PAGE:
Street harassment, masculinity, and impressing other dudes

Ed. note: This is a guest post from Mychal Denzel Smith. He is a writer, social commentator, and mental health advocate whose work on politics, social justice, mental health, and black male identity has appeared in outlets such as The Nation, The Guardian, The Atlantic, Gawker, Salon, The Root, and more.

“Ay yo, get that bitch in front of you son, she mad wavy!”

I’m still not exactly sure what “mad wavy” means, but even without that knowledge I knew what was happening. This was a couple of years ago and I was with a group of friends in the Adams Morgan section of D.C. The sidewalks were filled with people, with the gender breakdown largely consisting of men sitting/standing in clumps near building walls and women walking past them. The men watched the women, whistled, “pssst”d, yelled out “hey red dress!” or whatever other obvious trait they noticed, grabbed arms and asses, and after after all their valiant attempts at getting attention failed, were left to rehash the details with their boys. And the women walked on, afraid, disgusted, and quickly.

By now we know this as street harassment. but for the men involved this constituted the entirety of their social activity on a Friday night. This isn’t the only way that street harassment happens, but that night it did give me more insight as to why it happens.

Of course, it’s in part about some men feeling entitled to women’s bodies, ignoring autonomy because in their minds women exist solely to appease their sexual whims. It’s also about reinforcing power dynamics. They are sending a message to the women they harass that they are property and they need to know their place in our social hierarchy. But they’re also trying to impress other dudes. 

That’s true of most performances of masculinity. Men are trying to protect themselves from ridicule at the hands of other men. I think of Kendrick Lamar’s “The Art of Peer Pressure” where he says “look at me… I got the blunt in my mouth/usually I’m drug free/but shit, I’m with the homies.” This behavior doesn’t come naturally, but so as not to look like anything less than a man in front of the homies, he does it anyway.

The same principle is at work with street harassment. Very few of these men are actually under the impression that they’ll get to have sex with the random women they assault on the street. But what would their boys say if they just let a woman walk by without even trying? You can imagine the range of sexist and homophobic slurs that would fly. So they holler, they grab, they make primitive noises, and they ultimately fail. They’re likely to catch some heat for failing, too, so to disabuse themselves of any lost respect among their peers, they reestablish power/dominance by hurling insults and epithets. They can go back to the homies with confidence even after having come up short on the real prize.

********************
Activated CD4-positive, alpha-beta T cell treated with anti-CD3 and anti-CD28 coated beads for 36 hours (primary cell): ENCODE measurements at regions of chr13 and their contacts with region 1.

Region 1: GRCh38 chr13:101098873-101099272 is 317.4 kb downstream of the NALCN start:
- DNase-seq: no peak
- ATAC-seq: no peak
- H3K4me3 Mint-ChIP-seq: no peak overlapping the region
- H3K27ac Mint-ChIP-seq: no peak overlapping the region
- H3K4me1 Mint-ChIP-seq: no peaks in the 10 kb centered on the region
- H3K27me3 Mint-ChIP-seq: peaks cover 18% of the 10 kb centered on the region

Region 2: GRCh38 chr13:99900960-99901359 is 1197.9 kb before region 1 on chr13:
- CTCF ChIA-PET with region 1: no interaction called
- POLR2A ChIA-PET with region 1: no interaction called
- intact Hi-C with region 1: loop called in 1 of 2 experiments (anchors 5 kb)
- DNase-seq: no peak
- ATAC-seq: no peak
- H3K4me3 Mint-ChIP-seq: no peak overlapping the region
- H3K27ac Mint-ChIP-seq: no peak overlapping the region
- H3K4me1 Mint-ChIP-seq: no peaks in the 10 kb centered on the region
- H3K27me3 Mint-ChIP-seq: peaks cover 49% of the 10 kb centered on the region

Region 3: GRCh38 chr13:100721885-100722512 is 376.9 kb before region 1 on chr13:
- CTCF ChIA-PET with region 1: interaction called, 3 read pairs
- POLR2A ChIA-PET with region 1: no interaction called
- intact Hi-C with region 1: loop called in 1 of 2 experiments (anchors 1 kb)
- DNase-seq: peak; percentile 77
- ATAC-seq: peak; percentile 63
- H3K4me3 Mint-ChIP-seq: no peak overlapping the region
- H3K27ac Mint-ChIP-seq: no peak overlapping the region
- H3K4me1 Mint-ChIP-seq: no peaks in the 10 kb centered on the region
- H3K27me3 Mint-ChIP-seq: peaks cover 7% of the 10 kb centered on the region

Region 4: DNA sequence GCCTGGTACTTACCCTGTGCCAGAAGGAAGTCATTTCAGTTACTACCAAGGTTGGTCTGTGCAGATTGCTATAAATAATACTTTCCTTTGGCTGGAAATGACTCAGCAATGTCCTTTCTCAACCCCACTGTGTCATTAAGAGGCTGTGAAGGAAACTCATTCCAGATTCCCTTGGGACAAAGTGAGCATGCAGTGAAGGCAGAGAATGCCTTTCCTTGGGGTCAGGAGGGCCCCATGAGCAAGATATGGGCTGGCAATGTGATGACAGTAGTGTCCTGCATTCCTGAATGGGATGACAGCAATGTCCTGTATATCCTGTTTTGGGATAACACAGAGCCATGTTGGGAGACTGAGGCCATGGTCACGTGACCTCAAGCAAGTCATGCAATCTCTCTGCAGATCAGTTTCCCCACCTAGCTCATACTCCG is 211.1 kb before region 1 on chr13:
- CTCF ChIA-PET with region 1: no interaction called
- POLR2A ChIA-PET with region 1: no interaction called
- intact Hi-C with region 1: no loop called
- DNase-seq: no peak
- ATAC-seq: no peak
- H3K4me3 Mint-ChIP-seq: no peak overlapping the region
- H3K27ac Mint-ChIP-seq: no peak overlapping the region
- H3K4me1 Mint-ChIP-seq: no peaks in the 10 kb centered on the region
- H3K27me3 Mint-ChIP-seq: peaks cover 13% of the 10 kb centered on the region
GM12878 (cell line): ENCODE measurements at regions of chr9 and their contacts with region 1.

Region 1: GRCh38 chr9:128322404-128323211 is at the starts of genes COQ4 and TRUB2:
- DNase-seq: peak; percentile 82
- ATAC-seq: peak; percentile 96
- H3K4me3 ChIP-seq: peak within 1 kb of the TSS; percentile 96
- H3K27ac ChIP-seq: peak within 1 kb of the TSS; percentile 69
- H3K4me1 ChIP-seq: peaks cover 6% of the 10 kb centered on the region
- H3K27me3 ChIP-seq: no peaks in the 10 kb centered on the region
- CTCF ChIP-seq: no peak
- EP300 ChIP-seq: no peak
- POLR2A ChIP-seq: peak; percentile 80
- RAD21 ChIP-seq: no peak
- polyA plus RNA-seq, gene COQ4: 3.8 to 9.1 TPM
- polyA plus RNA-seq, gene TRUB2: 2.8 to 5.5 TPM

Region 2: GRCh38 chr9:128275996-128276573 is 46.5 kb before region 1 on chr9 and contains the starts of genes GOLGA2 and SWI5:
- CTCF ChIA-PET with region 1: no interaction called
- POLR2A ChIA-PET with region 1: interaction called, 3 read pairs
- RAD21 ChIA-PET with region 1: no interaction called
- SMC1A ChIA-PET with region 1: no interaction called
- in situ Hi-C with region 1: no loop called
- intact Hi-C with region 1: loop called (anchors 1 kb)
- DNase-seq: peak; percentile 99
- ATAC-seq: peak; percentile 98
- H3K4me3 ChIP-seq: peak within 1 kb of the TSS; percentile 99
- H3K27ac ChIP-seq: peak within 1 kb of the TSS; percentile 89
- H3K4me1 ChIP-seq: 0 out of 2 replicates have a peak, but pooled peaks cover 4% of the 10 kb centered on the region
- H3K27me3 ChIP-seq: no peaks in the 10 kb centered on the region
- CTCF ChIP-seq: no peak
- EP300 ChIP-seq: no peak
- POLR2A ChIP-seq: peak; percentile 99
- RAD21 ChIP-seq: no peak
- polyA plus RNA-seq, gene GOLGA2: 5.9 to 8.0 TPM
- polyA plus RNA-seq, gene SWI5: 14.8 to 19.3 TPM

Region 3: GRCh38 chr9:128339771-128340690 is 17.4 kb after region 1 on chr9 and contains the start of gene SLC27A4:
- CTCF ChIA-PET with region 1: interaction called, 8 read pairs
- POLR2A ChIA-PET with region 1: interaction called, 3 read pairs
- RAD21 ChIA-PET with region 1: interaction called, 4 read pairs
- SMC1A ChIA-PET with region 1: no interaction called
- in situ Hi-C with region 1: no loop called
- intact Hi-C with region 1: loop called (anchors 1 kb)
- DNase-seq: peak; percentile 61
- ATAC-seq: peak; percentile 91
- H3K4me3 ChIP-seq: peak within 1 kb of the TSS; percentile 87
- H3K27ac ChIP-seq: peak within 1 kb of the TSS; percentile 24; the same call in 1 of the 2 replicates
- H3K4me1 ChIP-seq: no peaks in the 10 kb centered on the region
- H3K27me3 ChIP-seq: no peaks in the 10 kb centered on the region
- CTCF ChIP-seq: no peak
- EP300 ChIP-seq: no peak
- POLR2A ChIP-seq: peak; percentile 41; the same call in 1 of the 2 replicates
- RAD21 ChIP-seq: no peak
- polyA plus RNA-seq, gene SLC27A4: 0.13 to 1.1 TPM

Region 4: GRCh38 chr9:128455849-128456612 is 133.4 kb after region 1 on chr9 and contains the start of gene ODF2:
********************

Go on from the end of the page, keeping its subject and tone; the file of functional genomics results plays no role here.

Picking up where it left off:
That’s what’s truly important to these men, and it’s also the reason street harassment isn’t limited to just cisgender hetero women. Gay men, lesbians, and trans people all catch it because to deride any of these identities is to affirm your status as a “real man.” There are a bunch of men making a sizable portion of the population feel unsafe in the streets and other public places in order to prove themselves to a bunch of other insecure men and be rewarded with…some dap? I honestly don’t know.

Street harassment has to end because everyone deserves to feel safe and have their humanity respected. For that to happen, one thing that also has to end is men making a mockery of other men who don’t meet their criteria for masculinity. Because even if there were some benefit to perfectly performing our rigid and destructive ideal masculinity, if someone else isn’t living up to that how exactly does it hurt you?

Atlanta, GA

Maya Dusenbery is an Executive Director in charge of Editorial at Feministing. Maya has previously worked at NARAL Pro-Choice New York and the National Institute for Reproductive Health and was a fellow at Mother Jones magazine. She graduated with a B.A. from Carleton College in 2008. A Minnesota native, she currently lives, writes, edits, and bakes bread in Atlanta, Georgia.